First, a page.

With more than 750 million people worldwide now on Facebook, 200 million on Twitter, more than 100 million business professionals using LinkedIn, and You Tube use by business growing like wildfire, it’s time to take a look at social networking media and see whether it might work for you or not.

Most people today will not make even a minor transaction without first researching it on the web. Word of mouth is more powerful than ever with large numbers of consumers asking their Facebook friends for advice or checking out microblog comments on Twitter. LinkedIn provides the opportunity to connect with your professional group to get their read on things and the new Google +1 (pronounced “Google plus one”) offers new social networking options like circles and hangouts.

But “how do I get started?” you may ask. Here are a few suggestions:

  • First, if you aren’t already networking through social media, get out there yourself. Join Facebook, Twitter, LinkedIn, YouTube and/or the new Google +1, and have a look at how businesses and other organizations are using these social media.
  • Recognize that social media are not advertising channels used to push your message. Socialnomics author Erik Qualman says it’s about having a dialogue with customers and stakeholders, and letting them have conversations about you and your product or service. In Here Comes Everybody, Clay Shirky explains that social media is a place where concepts and ideas can be explored, shared, posted elsewhere, mashed-up, expanded upon or completely reinvented.
  • As a first practical step to build knowledge, skills and operational discipline, you might start with a more manageable e-mail marketing program. This will help give you a sense of what it’s like to engage people electronically. And, having e-mail addresses for members of your primary target audience will provide a valuable base for future connection on the social web. If you want to learn more, it’s also good to talk to others and search online under “getting started in social media”.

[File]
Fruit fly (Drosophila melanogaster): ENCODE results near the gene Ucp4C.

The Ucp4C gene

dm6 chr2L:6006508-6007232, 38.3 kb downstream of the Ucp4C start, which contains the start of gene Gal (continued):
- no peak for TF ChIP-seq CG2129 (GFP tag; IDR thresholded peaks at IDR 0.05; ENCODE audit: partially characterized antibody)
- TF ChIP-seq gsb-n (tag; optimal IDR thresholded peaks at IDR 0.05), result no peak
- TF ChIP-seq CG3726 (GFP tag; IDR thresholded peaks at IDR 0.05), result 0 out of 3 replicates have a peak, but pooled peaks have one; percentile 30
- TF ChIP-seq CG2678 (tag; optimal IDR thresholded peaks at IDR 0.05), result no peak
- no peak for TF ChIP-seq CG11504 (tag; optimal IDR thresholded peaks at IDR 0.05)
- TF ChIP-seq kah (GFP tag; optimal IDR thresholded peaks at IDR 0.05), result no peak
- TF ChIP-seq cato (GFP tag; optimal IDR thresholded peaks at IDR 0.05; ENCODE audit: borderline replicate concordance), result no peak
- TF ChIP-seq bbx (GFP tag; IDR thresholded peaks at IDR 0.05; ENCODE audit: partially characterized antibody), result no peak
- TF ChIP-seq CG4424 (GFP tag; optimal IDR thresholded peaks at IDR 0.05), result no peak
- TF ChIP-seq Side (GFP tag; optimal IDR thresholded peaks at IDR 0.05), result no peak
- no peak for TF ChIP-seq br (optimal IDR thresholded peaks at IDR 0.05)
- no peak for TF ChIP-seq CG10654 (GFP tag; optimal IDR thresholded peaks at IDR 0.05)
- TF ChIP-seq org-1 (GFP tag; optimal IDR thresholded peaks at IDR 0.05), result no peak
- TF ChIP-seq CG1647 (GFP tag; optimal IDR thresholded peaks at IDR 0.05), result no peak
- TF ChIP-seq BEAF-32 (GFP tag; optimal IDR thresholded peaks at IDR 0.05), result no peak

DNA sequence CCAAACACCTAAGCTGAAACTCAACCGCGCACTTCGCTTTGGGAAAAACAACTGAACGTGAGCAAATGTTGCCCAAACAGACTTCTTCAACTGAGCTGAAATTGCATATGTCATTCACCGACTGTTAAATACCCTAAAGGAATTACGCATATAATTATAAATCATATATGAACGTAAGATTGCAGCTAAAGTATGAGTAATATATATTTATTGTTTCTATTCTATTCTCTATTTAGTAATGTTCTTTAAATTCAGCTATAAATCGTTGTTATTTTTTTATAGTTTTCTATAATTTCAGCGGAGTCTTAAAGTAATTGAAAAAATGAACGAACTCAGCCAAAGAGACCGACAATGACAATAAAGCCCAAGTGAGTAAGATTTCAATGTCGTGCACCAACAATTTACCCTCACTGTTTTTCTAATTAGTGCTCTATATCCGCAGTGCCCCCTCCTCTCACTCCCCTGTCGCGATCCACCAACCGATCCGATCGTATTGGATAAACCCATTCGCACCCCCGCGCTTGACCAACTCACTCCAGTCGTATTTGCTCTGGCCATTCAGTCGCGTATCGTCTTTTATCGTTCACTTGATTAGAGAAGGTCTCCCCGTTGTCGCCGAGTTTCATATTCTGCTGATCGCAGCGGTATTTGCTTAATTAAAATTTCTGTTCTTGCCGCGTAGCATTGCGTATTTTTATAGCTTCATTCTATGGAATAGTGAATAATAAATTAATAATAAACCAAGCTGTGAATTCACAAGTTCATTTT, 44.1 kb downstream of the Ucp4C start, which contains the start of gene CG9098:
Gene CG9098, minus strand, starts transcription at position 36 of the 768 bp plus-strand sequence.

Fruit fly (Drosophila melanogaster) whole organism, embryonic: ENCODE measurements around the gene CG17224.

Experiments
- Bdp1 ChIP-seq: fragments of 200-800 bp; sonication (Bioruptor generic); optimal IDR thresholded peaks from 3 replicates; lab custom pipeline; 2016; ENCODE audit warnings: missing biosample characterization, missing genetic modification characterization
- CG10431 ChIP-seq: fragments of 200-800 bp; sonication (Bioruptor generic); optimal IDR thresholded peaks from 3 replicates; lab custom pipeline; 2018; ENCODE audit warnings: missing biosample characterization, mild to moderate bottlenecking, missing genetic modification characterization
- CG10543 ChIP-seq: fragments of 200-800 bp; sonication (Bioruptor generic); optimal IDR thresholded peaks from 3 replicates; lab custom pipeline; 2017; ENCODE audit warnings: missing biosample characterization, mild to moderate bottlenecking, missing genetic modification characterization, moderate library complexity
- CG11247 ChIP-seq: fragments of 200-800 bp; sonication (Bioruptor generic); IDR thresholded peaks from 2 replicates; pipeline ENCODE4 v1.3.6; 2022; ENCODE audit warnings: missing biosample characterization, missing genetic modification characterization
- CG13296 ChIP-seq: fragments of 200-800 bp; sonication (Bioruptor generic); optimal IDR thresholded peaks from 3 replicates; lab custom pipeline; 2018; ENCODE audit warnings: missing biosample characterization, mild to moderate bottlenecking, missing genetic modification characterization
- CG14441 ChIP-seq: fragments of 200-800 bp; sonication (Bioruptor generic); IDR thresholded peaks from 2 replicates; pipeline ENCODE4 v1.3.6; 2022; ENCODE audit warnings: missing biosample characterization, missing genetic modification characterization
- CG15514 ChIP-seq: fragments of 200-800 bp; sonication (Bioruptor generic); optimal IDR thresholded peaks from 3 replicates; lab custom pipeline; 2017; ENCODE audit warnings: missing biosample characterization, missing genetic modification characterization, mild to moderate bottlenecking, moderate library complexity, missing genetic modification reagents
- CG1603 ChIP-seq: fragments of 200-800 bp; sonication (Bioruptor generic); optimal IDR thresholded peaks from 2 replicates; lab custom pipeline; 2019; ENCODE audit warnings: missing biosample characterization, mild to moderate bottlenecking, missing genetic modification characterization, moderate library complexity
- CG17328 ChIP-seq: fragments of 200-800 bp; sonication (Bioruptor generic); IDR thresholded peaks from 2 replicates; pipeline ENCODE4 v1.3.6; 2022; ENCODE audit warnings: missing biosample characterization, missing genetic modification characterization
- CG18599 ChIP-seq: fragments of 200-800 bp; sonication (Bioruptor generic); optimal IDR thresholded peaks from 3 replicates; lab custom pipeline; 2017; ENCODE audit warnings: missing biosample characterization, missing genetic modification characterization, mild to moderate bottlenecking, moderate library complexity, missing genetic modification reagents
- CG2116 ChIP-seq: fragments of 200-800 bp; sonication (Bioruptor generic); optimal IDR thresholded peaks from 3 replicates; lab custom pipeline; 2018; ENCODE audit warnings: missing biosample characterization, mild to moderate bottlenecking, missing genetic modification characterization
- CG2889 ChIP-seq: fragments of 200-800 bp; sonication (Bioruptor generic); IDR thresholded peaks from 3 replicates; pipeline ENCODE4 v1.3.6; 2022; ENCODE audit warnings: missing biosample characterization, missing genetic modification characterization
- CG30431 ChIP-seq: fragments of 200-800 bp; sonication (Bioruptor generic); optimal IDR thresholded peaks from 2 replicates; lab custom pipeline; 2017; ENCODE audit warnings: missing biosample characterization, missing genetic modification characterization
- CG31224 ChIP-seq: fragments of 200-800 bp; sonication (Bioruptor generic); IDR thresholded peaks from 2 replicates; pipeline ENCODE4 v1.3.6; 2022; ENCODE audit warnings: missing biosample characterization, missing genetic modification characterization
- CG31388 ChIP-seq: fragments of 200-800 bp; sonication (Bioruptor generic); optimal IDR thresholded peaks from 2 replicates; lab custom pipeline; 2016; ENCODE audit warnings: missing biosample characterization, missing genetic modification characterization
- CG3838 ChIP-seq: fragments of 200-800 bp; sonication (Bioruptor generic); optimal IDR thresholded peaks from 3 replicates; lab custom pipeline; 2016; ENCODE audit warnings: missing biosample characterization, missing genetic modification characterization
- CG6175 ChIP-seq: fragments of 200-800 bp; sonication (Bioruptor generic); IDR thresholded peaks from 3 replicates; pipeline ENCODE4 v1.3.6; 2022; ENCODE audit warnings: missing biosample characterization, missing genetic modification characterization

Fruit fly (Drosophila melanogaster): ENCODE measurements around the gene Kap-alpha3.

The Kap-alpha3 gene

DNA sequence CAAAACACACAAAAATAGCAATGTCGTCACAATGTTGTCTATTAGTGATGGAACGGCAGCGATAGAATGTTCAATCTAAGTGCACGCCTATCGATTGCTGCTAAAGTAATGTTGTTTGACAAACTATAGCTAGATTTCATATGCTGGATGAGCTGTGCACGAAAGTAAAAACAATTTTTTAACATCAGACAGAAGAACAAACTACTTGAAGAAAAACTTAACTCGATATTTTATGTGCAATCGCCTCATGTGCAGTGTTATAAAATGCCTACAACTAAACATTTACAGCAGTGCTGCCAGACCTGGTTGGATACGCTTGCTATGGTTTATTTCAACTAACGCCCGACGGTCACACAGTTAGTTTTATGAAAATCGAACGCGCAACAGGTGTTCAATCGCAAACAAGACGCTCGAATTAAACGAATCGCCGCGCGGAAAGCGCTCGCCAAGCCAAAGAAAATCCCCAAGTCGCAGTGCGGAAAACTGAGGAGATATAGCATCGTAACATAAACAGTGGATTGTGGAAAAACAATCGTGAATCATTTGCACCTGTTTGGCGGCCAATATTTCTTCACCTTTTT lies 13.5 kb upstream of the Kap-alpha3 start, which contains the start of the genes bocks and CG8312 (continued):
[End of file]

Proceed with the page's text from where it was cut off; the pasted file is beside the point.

Once you’ve done all this, you’ll be ready to start planning how social media might be incorporated into your overall marketing communications strategy in ways that will work for you.

7. News From Our Water Cooler:
Creating Guidelines That Work

Here are two great insights to help you create guidelines that work: They need to be 1) memorable “at-a-glance” as well as 2) actionable at the appropriate decision level.

Jason Riis and Rebecca Ratner provide an excellent example on the Harvard Business Review Blog Network when discussing a new way of representing dietary guidelines in the U.S. Plate-oriented visualizations of how a typical meal should be portioned were found to motivate behaviour more effectively — they made the guideline easier to recall and were focused on a meal, the point at which dietary decisions are made.

Checklists are also helpful when a guideline involves detailed procedures (for example, reducing errors in surgery), but a simple graphic setting out three objectives to guide customer service interactions, for example, might be better remembered and applied in action.

8020Info helps teams develop, communicate and implement their marketing communications, research and strategic plans more effectively. We would be pleased to discuss your needs and welcome enquiries at (613) 542-8020, or by email at watercooler@8020info.com

8. Closing Thought                                                                 Top

“Don’t bunt. Aim out of the park. Aim for the company of immortals.”

— David Ogilvy